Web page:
This week, we finally get properly introduced to the object of both Patty's and Walter's (and my) affection, Richard. He's a musician who's true to his art—and as they say about rock stars, men want to be them, women want to...well, you know the rest. This adage is no less true for the three main characters whose complicated entanglement of jealously, fear, lust and love that started in college continues to control their adult lives.
Patty left Richard in Chicago before they became physical, unable to act on her attraction to him. Are our biggest regrets in life not the things we did in our youth, but what we didn't do? And, how much do our past decisions still rule our lives today? After reading this section, I have to wonder what unfinished business is still out there for me—and that's a sobering thought. The Class of 1920 admonishes the young to "Use Well Thy Freedom" (page 184), but did I? Did you?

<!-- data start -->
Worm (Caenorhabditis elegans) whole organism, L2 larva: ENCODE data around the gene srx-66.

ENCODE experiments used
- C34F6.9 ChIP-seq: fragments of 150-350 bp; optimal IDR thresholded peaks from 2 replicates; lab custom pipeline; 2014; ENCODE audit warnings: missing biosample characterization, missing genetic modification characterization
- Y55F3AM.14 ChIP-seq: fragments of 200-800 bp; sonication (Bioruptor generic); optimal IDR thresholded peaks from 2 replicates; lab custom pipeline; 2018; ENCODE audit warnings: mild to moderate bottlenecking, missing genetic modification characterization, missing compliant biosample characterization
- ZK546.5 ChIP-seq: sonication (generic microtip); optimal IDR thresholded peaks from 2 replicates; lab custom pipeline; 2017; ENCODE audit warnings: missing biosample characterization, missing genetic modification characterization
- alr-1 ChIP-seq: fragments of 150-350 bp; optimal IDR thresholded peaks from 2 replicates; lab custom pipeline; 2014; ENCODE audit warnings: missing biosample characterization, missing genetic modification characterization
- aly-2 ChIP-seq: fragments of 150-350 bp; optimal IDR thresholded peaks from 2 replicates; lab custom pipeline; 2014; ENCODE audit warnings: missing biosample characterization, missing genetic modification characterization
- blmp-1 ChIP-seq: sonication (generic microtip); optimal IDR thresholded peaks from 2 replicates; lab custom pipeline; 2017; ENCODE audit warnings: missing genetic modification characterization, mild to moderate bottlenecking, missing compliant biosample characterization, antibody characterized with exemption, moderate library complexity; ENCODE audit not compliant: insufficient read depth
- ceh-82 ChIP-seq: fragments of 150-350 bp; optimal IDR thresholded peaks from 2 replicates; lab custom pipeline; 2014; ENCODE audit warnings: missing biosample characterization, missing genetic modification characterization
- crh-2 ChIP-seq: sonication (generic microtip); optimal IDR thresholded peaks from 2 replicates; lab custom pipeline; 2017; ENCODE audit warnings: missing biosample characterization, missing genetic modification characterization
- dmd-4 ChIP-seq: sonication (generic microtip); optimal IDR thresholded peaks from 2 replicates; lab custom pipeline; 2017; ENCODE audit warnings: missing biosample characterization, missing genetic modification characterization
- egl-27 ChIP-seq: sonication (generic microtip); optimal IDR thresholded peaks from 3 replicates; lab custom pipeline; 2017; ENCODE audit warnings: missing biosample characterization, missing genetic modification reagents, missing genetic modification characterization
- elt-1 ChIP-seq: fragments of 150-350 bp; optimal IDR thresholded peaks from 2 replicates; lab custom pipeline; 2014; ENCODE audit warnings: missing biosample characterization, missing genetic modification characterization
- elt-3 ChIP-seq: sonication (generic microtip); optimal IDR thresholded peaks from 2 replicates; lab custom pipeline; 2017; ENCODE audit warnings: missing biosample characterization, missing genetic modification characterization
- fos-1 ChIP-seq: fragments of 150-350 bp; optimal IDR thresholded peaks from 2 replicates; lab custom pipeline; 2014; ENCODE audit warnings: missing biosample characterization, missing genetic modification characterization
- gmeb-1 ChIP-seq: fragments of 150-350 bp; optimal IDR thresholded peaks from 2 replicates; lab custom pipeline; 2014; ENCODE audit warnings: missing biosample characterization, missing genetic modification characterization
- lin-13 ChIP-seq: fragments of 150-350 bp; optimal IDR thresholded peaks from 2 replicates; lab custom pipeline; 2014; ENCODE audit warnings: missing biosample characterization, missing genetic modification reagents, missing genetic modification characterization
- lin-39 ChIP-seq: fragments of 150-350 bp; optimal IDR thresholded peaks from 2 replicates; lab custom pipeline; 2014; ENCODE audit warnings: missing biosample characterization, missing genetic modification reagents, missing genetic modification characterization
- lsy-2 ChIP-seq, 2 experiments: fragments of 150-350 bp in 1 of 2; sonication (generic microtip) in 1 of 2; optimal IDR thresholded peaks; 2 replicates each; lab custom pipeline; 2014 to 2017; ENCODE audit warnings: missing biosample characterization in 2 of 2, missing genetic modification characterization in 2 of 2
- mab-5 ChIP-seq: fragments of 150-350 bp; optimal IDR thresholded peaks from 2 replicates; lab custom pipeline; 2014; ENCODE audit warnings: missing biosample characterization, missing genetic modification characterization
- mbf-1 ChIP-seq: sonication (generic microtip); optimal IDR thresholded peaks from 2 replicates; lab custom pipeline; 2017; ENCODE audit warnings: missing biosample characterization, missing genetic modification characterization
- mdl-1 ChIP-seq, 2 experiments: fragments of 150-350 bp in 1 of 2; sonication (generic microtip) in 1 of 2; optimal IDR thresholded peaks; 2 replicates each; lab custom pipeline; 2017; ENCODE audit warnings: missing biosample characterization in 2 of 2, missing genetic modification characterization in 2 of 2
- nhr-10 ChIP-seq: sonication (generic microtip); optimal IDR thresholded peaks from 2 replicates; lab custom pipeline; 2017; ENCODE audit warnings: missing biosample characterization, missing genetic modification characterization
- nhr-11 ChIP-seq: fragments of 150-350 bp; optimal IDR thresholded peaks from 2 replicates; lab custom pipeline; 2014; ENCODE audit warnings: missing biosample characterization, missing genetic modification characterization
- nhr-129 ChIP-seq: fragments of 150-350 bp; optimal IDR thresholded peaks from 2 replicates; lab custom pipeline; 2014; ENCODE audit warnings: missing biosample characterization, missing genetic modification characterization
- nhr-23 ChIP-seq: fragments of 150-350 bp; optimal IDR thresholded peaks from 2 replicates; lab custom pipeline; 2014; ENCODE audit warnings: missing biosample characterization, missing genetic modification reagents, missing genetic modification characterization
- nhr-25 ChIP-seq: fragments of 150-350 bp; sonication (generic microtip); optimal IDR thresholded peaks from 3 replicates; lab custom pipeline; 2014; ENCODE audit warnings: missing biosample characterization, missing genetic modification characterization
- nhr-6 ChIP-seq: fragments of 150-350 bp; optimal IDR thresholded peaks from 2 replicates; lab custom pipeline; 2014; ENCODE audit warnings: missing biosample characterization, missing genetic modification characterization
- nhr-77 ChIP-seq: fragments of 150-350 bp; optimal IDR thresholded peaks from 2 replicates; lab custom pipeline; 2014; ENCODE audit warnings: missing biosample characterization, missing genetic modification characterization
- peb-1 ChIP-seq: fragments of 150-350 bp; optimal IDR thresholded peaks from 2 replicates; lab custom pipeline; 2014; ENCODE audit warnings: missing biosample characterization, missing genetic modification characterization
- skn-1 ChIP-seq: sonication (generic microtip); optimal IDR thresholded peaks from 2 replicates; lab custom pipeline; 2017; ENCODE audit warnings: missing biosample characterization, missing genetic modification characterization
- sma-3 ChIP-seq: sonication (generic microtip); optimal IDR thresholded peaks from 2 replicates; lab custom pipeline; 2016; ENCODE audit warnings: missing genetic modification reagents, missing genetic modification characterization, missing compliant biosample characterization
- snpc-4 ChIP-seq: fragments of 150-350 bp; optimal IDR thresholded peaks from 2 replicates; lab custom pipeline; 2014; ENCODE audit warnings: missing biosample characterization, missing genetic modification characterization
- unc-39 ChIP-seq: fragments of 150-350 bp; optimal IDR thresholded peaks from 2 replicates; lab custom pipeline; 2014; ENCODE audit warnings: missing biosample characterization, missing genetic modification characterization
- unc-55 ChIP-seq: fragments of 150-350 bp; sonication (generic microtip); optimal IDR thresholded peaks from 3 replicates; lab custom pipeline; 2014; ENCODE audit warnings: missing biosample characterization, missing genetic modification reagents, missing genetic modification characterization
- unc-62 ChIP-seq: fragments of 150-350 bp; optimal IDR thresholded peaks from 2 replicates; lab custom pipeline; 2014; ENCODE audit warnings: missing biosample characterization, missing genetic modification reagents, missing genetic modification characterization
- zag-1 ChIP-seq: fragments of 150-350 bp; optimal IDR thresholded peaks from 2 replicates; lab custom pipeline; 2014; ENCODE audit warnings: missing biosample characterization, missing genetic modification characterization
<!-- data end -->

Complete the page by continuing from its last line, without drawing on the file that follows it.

Sleepwalking or not, was it inevitable that Patty ended up in Richard's bed? Was it an itch that had to be scratched, or is their encounter about something truly deeper? And what about "poor Walter"? Was he too tolerant of Patty's destructive behavior? How do you think War and Peace relates to this novel?
What do you think? Share your comments below!
- Read Jill's 1st Post: "Good Neighbors"–"Chapter 2: Best Friends"
- Read Jill's 3rd Post: "Mountaintop Removal" to "Womanland"
- Read Jill's 4th Post: "The Nice Man's Anger"–"Enough Already"
- Read Jill's 5th Post: "Bad News"
- Read Jill's 6th Post: "The Fiend of Washington," "Mistakes Were Made (Conclusion)" and "Canterbridge Estate Lakes"